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In This Issue
Cotton – Charting New Waters
Increased Capacity Helps Texas Ginners
Cotton's Agenda: Don’t Miss Those Deadlines
Greenhouse Gas Debate Continues
Don’t Mess With West Texas...Varieties
Pigweed Hits North Alabama
Air Quality Rules Help Farmers
Ginning In The West Continues To Change
Calif. Ag Summit Focuses On Key Industry Issues
What Customers Want: Today’s Consumer Won’t Accept Poor Quality
Cotton Board: Enemy Becomes Friend
Missouri’s Parker Elected Chairman Of NCC For 2011
Editor's Note: Want Some Advice? Talk To A Farmer
Industry Comments
Web Poll: ‘Combo’ Approach For Weed Control
Specialists Speaking
Cotton Ginners Marketplace: Don’t Wait Too Long To Schedule Gin Repairs
Industry News
Cotton Consultants Corner: ‘Don’t Wait Too Late’
My Turn: A Fond Farewell
TCGA SECTION
TCGA Schedule of Events
President's Report
TCGA’s ‘Ginner of the Year’
Scholarship Awards Announced
Trust Continues Profitable Trend In 2010
Incoming TCGA President
Q&A with Jim Bradford
TCGA Exhibitors and Booth Numbers
CF / TCGA Alliance
Civic Center Map (PDF)
TCGA Staff
NFL Referee To Address PCG Annual Meeting
TCGA’s New Home: Overton Hotel
TCGA Officers/Directors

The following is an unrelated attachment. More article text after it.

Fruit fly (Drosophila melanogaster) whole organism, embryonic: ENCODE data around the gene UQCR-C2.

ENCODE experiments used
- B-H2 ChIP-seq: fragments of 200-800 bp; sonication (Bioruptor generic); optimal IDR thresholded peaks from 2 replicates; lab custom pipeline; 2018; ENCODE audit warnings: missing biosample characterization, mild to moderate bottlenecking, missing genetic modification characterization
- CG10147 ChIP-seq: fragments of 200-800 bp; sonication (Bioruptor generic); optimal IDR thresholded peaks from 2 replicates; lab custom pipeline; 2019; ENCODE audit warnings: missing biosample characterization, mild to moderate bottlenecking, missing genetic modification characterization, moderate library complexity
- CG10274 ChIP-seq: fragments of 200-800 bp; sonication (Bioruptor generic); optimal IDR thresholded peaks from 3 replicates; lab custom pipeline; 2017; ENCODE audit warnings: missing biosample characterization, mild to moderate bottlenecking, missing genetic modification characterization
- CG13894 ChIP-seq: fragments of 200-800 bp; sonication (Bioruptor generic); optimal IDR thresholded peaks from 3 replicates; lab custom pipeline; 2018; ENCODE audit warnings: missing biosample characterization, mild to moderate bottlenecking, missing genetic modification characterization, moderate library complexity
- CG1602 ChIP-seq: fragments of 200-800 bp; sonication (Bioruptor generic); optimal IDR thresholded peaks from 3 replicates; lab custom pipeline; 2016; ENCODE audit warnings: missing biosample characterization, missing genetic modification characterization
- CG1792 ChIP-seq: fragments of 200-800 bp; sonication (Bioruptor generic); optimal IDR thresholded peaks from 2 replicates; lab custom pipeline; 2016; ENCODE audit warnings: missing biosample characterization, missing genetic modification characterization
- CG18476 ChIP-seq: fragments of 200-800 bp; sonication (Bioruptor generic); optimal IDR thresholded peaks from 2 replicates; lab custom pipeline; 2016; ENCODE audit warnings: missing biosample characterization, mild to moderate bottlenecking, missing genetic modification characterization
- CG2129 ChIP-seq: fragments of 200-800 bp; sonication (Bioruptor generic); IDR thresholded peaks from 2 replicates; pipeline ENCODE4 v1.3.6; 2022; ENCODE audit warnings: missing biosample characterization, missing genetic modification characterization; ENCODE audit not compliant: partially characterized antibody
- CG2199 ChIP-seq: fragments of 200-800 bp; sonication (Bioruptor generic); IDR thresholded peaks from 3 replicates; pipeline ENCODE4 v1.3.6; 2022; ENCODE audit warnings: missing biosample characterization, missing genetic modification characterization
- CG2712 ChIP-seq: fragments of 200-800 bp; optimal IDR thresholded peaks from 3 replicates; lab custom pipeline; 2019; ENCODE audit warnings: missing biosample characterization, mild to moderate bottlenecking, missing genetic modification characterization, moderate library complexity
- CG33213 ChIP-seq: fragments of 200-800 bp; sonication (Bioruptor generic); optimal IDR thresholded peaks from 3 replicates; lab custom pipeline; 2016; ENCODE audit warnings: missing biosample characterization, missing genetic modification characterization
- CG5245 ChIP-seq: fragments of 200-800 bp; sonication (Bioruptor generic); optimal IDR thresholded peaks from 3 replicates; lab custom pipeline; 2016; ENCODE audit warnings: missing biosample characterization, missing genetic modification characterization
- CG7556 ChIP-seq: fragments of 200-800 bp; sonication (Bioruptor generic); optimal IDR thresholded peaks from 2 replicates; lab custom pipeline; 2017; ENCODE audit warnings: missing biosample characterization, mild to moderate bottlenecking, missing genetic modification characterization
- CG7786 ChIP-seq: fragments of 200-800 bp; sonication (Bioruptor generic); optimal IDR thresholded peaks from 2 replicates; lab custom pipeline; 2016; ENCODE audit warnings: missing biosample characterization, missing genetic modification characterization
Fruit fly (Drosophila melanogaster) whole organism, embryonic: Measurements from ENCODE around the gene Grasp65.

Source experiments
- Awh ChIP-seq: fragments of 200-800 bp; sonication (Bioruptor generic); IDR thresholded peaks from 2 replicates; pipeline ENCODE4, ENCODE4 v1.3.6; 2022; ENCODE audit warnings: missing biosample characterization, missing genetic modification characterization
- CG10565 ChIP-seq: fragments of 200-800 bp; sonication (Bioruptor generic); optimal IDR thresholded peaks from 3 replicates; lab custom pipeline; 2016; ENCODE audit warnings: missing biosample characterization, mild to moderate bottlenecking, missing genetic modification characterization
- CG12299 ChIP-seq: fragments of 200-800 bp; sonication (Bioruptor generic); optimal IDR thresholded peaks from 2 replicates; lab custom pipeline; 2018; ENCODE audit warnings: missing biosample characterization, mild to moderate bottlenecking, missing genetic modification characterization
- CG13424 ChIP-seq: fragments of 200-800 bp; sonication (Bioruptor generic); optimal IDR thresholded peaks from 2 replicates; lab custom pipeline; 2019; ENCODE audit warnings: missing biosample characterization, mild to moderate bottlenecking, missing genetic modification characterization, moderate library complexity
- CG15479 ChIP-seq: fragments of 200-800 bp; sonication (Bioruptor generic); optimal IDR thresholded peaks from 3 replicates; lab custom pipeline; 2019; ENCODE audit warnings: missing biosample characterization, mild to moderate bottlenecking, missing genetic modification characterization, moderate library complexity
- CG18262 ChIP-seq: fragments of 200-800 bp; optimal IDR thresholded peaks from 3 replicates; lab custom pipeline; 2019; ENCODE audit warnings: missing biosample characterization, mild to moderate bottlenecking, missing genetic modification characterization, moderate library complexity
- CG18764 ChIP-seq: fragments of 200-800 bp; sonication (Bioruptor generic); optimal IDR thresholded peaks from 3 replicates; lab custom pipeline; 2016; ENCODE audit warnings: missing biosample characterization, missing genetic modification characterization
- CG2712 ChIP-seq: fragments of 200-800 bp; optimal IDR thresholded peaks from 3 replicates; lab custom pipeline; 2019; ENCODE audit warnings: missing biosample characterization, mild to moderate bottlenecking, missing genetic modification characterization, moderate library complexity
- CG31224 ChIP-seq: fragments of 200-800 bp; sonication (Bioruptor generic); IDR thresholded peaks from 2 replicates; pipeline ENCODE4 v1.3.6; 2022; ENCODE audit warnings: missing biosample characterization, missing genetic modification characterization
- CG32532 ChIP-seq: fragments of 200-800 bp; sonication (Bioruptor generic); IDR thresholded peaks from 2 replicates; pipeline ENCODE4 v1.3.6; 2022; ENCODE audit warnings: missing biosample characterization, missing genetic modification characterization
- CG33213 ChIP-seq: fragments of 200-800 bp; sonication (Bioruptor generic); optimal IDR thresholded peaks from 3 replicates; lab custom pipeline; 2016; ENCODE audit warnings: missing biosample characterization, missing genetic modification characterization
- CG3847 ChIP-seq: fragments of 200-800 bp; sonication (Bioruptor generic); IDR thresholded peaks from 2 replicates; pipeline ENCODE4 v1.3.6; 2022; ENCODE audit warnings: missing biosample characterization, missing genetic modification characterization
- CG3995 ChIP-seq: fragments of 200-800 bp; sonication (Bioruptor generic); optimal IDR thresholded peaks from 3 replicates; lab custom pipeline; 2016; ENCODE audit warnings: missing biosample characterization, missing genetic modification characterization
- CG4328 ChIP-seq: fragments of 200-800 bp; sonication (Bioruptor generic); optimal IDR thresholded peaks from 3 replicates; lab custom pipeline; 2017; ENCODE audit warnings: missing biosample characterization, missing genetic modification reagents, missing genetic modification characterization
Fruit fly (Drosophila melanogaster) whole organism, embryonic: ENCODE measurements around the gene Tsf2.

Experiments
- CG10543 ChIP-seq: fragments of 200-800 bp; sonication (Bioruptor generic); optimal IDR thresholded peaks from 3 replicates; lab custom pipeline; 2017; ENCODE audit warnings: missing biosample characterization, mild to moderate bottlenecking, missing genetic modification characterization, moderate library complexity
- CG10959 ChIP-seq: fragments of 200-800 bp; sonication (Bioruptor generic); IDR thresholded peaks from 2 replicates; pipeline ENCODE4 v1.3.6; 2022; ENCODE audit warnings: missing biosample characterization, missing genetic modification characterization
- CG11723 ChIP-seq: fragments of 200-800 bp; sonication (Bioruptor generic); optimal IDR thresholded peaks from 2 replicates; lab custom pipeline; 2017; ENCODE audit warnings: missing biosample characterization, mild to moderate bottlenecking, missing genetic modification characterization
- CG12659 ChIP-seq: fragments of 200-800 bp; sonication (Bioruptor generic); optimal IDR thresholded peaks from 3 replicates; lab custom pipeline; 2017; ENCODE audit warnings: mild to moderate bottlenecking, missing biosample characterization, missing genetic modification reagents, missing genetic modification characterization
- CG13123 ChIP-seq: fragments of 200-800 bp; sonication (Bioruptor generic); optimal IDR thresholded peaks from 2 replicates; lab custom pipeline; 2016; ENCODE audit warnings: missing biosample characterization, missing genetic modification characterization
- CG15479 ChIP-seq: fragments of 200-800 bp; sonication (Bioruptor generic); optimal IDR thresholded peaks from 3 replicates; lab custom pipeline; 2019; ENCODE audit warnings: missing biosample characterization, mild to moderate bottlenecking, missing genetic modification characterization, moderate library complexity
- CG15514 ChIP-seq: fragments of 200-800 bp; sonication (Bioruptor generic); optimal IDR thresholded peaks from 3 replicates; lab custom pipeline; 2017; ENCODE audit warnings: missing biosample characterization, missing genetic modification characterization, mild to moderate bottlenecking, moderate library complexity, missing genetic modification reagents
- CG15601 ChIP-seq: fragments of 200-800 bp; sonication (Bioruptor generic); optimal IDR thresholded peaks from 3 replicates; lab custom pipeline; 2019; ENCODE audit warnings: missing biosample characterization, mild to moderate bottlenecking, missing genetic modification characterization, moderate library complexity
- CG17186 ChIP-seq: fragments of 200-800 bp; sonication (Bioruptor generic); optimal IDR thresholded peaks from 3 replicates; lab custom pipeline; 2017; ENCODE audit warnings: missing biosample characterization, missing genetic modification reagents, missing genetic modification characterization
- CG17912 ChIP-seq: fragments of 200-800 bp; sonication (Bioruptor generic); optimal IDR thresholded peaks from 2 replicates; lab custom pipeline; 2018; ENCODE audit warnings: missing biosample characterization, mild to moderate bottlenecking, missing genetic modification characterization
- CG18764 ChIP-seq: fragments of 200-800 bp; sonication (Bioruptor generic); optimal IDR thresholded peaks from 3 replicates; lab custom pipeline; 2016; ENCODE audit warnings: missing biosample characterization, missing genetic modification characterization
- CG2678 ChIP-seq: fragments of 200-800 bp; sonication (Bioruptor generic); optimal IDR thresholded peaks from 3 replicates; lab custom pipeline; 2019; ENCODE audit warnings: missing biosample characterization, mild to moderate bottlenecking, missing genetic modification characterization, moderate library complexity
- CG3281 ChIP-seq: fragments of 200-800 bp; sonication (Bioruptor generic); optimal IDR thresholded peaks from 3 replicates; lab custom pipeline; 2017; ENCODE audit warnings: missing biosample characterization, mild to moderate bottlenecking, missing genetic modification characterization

What To Do In Lubbock
Georgian To Lead National Cotton Ginners
ARCHIVES

Air Quality Rules Help Farmers

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Recent changes to state air-quality regulations governing diesel trucks have given farmers and ranchers more time to qualify trucks for the agricultural provisions of the rules, and more options for complying if their trucks don’t meet the mileage limits for agricultural trucks.

“If you’ve reported before, you’ll be a step ahead. But if you did not report before, you can still do it,” says Cynthia Cory, director of environmental affairs for the California Farm Bureau Federation, during a seminar on the truck rules at the recent World Ag Expo in Tulare.

The California Air Resources Board originally adopted its truck and bus rules in 2008, requiring owners of diesel trucks qualifying for the agricultural provisions to report their trucks by March 31, 2010. But last December, the ARB adopted a number of changes to the regulations – including an extension of the application date for agricultural trucks until March 31, 2011.

“If you did not sign up before, you can still sign up,” Cory says. “As long as you owned those trucks by 2009, and you didn’t sign up by last year, you can still sign up agricultural trucks.”

More Time For Compliance

Qualified agricultural trucks have additional time to meet requirements to replace diesel engines with newer, cleaner-running models – if they stay under annual mileage limits.

The rule delays the compliance date until Jan. 1, 2017, for agricultural trucks: With engine dates of 2006 or newer, driving 25,000 miles a year or less; with engine dates of 1996 through 2005, driving 20,000 miles a year or less; with engine dates earlier than 1996, driving 15,000 miles a year or less.

Calif. Farm Bureau contributed information for this story. Go to www.cfbf.com for more details.

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